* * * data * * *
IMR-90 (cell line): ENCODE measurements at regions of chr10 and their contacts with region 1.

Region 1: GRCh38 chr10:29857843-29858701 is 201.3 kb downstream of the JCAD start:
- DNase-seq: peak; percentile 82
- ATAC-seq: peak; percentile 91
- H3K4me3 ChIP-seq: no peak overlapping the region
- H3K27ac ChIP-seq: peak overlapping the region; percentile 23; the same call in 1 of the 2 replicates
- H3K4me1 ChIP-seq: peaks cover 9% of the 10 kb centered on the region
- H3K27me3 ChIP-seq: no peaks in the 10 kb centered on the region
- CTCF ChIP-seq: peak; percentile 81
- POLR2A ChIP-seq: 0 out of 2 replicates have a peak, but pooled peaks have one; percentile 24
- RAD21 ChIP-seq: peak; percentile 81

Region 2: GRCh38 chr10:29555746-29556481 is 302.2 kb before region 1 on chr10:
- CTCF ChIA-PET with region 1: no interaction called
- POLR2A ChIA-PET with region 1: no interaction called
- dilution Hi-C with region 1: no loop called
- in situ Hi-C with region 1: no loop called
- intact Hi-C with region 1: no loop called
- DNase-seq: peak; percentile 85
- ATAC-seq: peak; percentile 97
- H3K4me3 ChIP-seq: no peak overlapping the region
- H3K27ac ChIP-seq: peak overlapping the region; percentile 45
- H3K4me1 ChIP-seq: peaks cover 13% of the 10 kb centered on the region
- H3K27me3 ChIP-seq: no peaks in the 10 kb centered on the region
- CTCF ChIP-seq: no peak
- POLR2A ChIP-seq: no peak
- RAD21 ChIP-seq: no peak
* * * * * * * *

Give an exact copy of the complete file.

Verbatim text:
IMR-90 (cell line): ENCODE measurements at regions of chr10 and their contacts with region 1.

Region 1: GRCh38 chr10:29857843-29858701 is 201.3 kb downstream of the JCAD start:
- DNase-seq: peak; percentile 82
- ATAC-seq: peak; percentile 91
- H3K4me3 ChIP-seq: no peak overlapping the region
- H3K27ac ChIP-seq: peak overlapping the region; percentile 23; the same call in 1 of the 2 replicates
- H3K4me1 ChIP-seq: peaks cover 9% of the 10 kb centered on the region
- H3K27me3 ChIP-seq: no peaks in the 10 kb centered on the region
- CTCF ChIP-seq: peak; percentile 81
- POLR2A ChIP-seq: 0 out of 2 replicates have a peak, but pooled peaks have one; percentile 24
- RAD21 ChIP-seq: peak; percentile 81

Region 2: GRCh38 chr10:29555746-29556481 is 302.2 kb before region 1 on chr10:
- CTCF ChIA-PET with region 1: no interaction called
- POLR2A ChIA-PET with region 1: no interaction called
- dilution Hi-C with region 1: no loop called
- in situ Hi-C with region 1: no loop called
- intact Hi-C with region 1: no loop called
- DNase-seq: peak; percentile 85
- ATAC-seq: peak; percentile 97
- H3K4me3 ChIP-seq: no peak overlapping the region
- H3K27ac ChIP-seq: peak overlapping the region; percentile 45
- H3K4me1 ChIP-seq: peaks cover 13% of the 10 kb centered on the region
- H3K27me3 ChIP-seq: no peaks in the 10 kb centered on the region
- CTCF ChIP-seq: no peak
- POLR2A ChIP-seq: no peak
- RAD21 ChIP-seq: no peak